- Featuring client photos and testimonials on space ads, along with offers for the complete case study (including a streamed video clip) on a special microsite for each ad
- Playing the video clips as a highlight of prospecting road shows, seminars, and webinars
Step #3. Set up a lead funnel process
Marketing didn't want to waste the sales department's time on unqualified leads. So they set up a series of campaigns and activities to act as a funnel.
Campaigns at the wide end of the funnel were broadly appealing, and not product-specific. Example, a breakfast road show on "The 7 habits of Highly Effective Projects" that ran in 41 cities across the US and Canada this spring. The events featured client testimonial video clips, but didn't focus heavily on Primavera products.
Castura explains, "We never talk at the very high level too much about a specific product. Not that early in the cycle. We have several products and most IT departments could go either way. First we want to learn where their biggest pains are."
She adds, "We've found historically that if there's a vertical business need or pain, even if it's not a planned expenditure or a formal initiative, people will find the money for it in their budget."
So, the marketing team's goal isn't to push a product down the prospect's throat, but instead to keep wafting about in the prospect's line of vision through a wide variety of media (webinars, seminars, white papers, press mentions, direct mail, email, etc.) until a prospect finally raises their hand, asking for help with an immediate particular need.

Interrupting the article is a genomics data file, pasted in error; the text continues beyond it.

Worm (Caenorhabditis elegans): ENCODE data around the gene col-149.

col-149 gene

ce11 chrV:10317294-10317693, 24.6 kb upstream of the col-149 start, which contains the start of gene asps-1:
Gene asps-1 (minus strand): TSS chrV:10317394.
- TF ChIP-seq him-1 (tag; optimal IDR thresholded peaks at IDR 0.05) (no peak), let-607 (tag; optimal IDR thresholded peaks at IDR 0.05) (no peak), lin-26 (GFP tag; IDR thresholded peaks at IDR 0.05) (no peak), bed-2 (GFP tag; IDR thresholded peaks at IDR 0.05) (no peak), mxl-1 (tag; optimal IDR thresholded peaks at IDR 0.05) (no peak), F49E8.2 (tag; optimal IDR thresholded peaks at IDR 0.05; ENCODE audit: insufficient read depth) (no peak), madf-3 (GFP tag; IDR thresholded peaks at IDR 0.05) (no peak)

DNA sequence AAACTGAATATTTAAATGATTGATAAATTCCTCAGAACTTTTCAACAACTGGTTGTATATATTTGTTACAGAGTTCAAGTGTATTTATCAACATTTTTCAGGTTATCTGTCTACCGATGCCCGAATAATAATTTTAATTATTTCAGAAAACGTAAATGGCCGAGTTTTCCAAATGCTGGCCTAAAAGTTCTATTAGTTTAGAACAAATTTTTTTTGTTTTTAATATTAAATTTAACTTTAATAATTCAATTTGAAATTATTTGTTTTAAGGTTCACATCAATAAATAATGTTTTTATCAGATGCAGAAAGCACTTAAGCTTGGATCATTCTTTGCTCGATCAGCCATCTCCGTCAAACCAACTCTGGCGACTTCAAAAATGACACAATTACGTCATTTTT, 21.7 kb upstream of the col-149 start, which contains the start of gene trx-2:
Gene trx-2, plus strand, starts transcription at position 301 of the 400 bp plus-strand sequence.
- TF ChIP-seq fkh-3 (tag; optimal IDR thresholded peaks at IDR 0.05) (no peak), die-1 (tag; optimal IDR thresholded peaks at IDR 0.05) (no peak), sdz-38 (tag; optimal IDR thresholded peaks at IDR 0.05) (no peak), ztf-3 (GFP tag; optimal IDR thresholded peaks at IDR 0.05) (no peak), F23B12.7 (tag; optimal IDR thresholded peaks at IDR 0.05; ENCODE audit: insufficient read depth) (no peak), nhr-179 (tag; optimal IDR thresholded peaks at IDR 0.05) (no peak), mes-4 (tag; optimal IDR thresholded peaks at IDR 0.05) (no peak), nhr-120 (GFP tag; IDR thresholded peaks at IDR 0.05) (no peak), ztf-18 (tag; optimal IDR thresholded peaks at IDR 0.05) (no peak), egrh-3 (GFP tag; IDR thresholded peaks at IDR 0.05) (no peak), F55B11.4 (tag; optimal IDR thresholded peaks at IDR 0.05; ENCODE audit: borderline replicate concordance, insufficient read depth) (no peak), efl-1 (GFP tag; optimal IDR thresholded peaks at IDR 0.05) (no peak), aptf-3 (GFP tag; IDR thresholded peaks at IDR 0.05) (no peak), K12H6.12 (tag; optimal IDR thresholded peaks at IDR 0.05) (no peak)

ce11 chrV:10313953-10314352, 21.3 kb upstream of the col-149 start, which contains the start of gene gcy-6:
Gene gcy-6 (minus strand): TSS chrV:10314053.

And even when a prospect responds several times, for example attending a webinar and downloading a white paper, the marketing department's in-house telephone team usually pre-qualifies the prospect as a fully mature lead prior to handing them off to sales.
"If they raise their hand once, it's not a lead. If they raise their hand twice, there's maybe some sort of need here. We like to see someone interact with us on a few different things. We don't want to call them too early."
Marketing's telephone qualifying team consist of "people whose desire is to someday be in sales. We put them through extensive ongoing training -- at least three hours per week -- and help them look at the way prospects answer questions to prove they have deeper business challenges."
Then at last it's time to hand the lead off to sales.
Primavera's enterprise clients outside of the construction industry have grown rapidly and impressively to include hundreds of Fortune 1000 and governmental organizations.
The company site features more than 50-named client testimonials, and case studies, many with video clips. Nearly every month several vertical trade magazines publish a case study or story based on a client story.
Primavera's new space ads featuring client testimonials are garnering much higher response rates, both in terms of lead generation and brand memory. In fact one recent ad in an engineering magazine had the highest recall rate of any ad in the issue.
"We're doing great," says Castura proudly.
Useful links related to this story:
Samples of Primavera marketing, including before-and-after space ads:
AlloyRed, the agency Primavera uses for creative in many of its lead generation campaigns and testimonial video shoots:
MarketingSherpa past story - How to Gather & Use Testimonials That Grow Sales
Past Case Study: Two Tactics Hobart Uses to Defy the Recession: 400 Customer Testimonials and 0% Financing